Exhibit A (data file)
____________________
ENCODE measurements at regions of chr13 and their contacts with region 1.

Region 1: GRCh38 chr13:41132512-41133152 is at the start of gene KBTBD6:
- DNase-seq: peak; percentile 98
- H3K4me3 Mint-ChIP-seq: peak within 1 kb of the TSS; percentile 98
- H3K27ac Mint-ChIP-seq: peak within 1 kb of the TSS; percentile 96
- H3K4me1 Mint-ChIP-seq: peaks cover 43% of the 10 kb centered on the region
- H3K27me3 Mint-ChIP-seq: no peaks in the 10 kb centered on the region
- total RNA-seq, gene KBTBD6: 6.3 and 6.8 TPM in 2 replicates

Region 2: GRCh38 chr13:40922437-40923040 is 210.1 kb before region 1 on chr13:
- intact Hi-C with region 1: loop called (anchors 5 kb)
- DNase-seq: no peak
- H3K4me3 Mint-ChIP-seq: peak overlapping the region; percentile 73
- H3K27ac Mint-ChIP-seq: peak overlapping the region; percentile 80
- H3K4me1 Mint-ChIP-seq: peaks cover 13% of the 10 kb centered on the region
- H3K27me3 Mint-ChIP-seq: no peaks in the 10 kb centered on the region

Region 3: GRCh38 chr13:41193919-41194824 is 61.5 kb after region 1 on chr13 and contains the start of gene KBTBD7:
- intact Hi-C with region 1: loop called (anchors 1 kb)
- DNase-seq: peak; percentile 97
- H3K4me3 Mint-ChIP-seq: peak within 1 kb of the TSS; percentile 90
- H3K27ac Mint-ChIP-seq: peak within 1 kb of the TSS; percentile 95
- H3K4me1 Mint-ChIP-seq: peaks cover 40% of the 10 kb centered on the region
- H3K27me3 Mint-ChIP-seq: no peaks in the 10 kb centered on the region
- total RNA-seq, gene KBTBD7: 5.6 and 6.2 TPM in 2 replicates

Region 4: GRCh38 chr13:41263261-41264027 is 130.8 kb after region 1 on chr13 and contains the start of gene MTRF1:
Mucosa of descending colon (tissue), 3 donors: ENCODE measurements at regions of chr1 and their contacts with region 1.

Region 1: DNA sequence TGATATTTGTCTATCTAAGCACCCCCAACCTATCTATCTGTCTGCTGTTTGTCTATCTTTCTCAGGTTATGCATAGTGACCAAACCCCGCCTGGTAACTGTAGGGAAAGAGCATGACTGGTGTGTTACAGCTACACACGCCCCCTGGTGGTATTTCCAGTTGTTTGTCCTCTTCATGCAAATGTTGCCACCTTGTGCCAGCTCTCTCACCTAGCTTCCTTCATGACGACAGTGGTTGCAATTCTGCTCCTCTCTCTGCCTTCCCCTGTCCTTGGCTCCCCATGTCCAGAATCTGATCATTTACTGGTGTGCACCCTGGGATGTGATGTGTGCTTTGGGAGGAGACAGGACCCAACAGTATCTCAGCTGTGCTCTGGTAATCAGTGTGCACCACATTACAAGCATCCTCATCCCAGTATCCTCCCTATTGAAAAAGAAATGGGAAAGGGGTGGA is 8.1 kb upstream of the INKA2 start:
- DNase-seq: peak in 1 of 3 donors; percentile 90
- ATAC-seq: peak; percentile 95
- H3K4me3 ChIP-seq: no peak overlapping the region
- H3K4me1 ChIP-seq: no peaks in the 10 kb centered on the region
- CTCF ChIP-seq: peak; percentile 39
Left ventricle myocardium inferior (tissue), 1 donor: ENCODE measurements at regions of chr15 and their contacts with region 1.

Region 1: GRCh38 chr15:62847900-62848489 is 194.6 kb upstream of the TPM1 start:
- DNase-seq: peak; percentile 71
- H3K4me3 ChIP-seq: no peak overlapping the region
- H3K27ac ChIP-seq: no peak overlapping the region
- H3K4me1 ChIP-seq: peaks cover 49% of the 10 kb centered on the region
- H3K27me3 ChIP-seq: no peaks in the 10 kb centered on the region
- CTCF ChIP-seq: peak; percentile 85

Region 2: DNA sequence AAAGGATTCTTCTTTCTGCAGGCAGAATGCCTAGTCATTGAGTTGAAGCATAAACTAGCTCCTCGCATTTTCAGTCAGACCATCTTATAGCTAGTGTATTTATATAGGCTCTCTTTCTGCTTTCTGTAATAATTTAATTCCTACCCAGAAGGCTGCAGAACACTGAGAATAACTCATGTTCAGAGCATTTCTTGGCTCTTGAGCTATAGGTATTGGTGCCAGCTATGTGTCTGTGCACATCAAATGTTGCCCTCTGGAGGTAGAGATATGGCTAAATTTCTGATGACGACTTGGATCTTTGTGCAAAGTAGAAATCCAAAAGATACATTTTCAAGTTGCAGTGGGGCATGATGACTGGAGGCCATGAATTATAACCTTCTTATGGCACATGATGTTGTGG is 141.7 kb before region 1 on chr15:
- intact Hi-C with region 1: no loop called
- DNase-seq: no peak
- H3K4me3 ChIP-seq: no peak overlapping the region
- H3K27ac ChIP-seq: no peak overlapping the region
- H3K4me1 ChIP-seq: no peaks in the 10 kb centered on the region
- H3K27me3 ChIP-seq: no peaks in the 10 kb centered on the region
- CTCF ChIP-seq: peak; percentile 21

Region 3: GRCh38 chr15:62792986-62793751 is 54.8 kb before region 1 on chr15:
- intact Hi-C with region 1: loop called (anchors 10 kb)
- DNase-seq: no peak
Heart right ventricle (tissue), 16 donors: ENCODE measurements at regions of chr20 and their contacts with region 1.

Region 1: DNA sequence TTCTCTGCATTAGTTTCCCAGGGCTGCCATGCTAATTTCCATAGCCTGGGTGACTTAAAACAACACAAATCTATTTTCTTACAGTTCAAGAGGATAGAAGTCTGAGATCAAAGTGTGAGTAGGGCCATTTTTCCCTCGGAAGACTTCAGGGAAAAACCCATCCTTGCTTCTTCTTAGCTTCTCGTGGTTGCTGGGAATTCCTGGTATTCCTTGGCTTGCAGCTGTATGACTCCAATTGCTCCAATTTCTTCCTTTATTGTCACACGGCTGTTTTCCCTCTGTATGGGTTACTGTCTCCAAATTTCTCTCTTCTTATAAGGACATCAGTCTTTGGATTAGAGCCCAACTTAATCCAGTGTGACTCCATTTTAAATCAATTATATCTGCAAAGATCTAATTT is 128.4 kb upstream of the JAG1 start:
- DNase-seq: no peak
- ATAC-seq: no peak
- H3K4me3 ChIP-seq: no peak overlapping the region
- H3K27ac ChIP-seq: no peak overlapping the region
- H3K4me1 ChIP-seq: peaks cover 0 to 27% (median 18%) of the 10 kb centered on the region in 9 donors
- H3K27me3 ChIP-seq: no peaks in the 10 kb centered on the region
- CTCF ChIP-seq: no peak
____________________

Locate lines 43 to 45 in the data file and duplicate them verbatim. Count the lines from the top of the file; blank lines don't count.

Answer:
- H3K4me3 ChIP-seq: no peak overlapping the region
- H3K27ac ChIP-seq: no peak overlapping the region
- H3K4me1 ChIP-seq: no peaks in the 10 kb centered on the region